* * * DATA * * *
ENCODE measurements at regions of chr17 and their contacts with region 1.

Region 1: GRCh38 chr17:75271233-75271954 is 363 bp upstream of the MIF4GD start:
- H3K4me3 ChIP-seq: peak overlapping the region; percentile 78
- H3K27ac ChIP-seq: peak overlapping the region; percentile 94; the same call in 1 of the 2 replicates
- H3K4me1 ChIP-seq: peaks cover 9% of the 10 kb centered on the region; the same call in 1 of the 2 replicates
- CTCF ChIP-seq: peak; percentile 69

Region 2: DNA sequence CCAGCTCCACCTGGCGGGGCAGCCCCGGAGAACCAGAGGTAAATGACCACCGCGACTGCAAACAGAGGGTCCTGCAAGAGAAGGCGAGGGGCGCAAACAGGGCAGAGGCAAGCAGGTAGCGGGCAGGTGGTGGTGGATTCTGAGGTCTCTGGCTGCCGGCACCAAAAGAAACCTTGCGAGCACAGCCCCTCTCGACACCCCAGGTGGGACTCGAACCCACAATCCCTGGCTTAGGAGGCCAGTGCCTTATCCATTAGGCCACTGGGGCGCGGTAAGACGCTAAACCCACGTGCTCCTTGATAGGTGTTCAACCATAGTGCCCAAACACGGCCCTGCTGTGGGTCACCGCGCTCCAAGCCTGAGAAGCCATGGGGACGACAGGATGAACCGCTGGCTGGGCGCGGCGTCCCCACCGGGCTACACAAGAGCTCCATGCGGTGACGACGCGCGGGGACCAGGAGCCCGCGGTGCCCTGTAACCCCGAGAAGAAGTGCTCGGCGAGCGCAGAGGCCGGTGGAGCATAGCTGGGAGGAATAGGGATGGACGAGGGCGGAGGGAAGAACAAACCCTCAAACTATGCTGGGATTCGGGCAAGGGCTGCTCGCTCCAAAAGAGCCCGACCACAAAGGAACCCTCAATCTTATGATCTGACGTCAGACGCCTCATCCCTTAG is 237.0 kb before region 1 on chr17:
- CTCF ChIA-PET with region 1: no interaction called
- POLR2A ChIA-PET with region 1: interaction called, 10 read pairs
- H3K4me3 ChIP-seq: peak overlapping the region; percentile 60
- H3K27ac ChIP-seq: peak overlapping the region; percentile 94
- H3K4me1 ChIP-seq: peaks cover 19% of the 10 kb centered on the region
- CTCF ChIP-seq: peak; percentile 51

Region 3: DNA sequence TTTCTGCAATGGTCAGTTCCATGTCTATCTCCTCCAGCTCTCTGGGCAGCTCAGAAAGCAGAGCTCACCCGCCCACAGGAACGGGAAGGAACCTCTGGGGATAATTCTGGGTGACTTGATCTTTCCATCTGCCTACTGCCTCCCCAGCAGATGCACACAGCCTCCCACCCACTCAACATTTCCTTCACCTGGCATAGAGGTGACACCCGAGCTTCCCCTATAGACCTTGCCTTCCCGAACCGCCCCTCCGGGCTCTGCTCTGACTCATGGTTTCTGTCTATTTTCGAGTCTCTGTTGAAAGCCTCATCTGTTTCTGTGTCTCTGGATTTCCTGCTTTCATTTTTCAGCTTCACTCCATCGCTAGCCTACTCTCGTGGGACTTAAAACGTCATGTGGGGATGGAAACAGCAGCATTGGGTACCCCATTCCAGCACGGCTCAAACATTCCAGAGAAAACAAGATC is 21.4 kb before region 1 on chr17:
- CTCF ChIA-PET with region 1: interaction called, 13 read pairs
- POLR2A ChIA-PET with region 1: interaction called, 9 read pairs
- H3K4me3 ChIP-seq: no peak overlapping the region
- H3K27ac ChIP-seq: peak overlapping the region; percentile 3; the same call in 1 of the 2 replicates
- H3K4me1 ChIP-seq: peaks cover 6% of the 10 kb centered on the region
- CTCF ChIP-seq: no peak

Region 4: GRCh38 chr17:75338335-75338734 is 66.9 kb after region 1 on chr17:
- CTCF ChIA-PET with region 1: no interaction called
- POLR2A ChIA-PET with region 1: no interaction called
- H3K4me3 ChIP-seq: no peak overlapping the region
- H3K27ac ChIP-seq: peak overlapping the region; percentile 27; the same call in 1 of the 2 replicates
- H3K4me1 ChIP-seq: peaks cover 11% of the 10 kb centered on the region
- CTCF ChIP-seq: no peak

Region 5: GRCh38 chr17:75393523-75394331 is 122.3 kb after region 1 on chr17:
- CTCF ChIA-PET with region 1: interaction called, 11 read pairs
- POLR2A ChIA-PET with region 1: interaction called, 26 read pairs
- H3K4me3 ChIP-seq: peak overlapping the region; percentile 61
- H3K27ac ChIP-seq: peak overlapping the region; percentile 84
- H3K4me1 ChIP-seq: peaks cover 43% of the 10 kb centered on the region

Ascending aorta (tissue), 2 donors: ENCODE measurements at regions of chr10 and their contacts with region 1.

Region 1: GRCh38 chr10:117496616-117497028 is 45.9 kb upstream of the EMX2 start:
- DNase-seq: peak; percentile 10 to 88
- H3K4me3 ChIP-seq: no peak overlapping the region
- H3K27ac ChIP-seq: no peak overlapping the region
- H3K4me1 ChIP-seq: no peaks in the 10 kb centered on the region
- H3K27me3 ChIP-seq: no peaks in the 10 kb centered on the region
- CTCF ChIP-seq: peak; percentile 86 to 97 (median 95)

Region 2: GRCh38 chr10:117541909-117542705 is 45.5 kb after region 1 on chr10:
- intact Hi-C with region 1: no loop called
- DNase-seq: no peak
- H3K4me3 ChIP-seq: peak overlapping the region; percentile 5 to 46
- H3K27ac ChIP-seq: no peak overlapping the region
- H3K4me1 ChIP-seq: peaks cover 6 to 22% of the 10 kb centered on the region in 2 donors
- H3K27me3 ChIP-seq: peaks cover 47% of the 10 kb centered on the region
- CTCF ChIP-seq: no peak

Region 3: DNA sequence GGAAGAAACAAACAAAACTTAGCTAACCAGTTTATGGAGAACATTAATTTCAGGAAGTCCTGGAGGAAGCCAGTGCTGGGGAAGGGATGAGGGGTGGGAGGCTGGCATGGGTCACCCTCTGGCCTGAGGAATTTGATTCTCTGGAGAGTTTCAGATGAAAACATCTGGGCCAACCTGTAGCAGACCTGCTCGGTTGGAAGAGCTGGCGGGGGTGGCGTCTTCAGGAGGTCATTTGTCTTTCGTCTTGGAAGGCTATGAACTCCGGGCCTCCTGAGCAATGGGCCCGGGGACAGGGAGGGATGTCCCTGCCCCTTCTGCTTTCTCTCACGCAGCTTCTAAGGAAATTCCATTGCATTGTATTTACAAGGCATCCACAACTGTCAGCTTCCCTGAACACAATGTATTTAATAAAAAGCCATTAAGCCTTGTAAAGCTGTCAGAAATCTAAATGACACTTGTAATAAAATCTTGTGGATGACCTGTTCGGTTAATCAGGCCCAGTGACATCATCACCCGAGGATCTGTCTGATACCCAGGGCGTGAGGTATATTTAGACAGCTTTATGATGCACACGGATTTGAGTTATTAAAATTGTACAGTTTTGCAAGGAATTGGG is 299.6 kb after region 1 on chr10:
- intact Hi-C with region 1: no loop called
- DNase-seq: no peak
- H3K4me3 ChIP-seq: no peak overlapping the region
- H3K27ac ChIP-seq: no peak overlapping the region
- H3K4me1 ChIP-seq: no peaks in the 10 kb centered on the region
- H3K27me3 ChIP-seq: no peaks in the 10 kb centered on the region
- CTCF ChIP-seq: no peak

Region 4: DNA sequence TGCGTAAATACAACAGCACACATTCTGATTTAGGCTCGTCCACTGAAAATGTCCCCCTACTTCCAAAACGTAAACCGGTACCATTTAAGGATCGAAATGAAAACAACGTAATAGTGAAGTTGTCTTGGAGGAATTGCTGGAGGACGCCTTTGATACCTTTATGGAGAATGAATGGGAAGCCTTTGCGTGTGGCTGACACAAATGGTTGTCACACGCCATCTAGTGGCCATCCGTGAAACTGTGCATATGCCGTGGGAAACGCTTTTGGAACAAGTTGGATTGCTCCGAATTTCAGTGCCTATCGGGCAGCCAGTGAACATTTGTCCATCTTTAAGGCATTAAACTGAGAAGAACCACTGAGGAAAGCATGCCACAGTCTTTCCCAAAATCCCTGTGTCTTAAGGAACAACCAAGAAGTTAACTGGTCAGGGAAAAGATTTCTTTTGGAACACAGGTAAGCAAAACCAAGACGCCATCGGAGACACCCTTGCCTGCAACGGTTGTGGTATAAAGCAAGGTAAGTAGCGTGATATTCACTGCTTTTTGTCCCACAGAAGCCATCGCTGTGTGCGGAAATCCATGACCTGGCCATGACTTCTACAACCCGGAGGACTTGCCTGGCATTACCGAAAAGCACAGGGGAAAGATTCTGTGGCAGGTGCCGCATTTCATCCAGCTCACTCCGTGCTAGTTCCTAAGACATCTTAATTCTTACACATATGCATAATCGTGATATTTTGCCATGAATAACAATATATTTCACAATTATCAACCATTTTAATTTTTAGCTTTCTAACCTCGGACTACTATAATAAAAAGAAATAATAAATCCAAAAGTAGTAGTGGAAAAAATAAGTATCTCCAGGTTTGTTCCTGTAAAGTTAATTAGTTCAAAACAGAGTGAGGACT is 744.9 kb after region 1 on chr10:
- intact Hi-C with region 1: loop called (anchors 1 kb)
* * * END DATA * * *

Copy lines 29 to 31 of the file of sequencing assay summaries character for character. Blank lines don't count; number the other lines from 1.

- CTCF ChIA-PET with region 1: interaction called, 11 read pairs
- POLR2A ChIA-PET with region 1: interaction called, 26 read pairs
- H3K4me3 ChIP-seq: peak overlapping the region; percentile 61